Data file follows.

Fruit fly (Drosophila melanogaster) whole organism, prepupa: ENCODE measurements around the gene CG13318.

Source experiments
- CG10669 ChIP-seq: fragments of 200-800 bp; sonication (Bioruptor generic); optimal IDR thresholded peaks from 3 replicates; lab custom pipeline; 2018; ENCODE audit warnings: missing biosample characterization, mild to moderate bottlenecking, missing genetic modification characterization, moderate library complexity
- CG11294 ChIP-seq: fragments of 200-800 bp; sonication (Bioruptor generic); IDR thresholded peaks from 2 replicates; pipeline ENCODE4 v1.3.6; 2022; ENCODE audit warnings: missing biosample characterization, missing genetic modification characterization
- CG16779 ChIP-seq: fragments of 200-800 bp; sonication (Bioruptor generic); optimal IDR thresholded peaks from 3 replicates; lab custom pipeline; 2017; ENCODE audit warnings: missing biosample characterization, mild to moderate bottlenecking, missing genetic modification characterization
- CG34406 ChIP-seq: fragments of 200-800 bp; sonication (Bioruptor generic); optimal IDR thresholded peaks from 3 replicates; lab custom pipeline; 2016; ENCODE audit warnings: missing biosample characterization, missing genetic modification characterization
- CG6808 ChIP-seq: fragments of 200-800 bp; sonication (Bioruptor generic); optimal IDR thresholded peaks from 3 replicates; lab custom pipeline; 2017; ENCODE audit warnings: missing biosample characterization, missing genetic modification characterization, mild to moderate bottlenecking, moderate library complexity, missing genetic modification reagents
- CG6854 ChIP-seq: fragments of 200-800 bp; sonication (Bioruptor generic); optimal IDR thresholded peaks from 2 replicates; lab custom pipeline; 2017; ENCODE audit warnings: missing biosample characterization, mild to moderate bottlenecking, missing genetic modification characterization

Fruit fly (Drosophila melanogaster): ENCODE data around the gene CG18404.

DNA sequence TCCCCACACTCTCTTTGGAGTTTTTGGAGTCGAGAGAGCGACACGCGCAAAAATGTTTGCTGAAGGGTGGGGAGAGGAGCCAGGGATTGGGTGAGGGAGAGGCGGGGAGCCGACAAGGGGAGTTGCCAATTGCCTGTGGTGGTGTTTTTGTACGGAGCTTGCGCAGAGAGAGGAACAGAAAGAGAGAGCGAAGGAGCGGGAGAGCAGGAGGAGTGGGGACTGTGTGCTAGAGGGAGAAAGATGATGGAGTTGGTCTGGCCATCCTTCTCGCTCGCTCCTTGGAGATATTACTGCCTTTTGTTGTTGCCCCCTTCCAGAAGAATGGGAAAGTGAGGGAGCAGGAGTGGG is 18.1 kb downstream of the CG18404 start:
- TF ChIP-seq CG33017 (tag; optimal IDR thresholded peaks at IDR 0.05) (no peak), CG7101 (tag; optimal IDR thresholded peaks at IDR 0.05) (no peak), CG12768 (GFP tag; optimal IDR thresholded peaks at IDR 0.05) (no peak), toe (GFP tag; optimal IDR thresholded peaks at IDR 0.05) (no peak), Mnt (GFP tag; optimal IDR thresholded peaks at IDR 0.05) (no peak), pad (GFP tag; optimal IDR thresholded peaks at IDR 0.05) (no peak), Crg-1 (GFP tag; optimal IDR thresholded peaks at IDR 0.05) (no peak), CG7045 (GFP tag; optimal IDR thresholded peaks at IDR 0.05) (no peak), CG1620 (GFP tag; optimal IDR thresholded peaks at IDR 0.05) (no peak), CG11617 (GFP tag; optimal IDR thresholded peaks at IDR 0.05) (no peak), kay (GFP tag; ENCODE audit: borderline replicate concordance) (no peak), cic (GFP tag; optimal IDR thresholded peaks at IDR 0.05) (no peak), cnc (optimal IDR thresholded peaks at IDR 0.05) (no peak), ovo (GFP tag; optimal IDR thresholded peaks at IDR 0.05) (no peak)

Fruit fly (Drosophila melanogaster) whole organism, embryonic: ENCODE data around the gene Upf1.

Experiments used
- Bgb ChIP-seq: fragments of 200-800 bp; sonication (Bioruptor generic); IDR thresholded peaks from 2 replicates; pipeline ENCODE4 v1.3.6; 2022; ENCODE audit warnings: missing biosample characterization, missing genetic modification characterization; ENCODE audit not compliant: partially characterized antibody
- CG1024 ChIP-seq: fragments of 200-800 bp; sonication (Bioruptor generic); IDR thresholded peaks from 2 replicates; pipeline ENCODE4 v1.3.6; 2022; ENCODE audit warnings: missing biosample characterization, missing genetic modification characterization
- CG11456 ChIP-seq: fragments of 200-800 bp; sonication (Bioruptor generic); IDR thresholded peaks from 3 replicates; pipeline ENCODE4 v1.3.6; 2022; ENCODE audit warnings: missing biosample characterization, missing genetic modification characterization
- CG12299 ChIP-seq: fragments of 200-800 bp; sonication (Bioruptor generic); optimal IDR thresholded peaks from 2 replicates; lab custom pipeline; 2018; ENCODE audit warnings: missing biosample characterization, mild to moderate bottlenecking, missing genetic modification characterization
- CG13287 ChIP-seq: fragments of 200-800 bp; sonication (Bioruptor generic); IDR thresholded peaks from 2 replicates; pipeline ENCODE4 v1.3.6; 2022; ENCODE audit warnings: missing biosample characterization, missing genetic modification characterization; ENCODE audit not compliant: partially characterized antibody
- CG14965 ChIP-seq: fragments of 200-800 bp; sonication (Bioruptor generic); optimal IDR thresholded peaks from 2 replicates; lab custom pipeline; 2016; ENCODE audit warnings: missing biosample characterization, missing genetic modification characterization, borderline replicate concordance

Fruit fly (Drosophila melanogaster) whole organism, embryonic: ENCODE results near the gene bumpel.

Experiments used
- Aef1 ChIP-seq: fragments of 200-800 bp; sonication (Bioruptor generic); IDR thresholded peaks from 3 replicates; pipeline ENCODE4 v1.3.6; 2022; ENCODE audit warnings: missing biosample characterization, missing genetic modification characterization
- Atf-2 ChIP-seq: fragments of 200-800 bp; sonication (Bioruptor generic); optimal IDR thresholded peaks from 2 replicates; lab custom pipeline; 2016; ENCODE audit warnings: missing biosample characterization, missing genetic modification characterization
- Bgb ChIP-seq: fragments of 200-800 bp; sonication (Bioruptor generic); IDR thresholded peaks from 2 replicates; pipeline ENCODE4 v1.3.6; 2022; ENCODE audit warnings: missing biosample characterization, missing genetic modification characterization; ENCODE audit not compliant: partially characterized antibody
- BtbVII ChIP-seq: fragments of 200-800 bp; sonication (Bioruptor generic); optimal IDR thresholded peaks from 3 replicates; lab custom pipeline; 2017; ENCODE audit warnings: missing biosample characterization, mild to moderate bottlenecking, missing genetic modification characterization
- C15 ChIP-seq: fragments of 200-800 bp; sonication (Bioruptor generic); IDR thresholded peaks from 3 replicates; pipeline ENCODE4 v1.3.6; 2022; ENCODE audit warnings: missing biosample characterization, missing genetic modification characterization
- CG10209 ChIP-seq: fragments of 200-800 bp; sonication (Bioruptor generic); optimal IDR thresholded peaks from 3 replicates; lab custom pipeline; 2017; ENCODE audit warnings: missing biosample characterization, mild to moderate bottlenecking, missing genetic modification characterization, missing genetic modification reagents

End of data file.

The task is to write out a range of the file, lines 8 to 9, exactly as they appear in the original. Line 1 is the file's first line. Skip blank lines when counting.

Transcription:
- CG6854 ChIP-seq: fragments of 200-800 bp; sonication (Bioruptor generic); optimal IDR thresholded peaks from 2 replicates; lab custom pipeline; 2017; ENCODE audit warnings: missing biosample characterization, mild to moderate bottlenecking, missing genetic modification characterization

Fruit fly (Drosophila melanogaster): ENCODE data around the gene CG18404.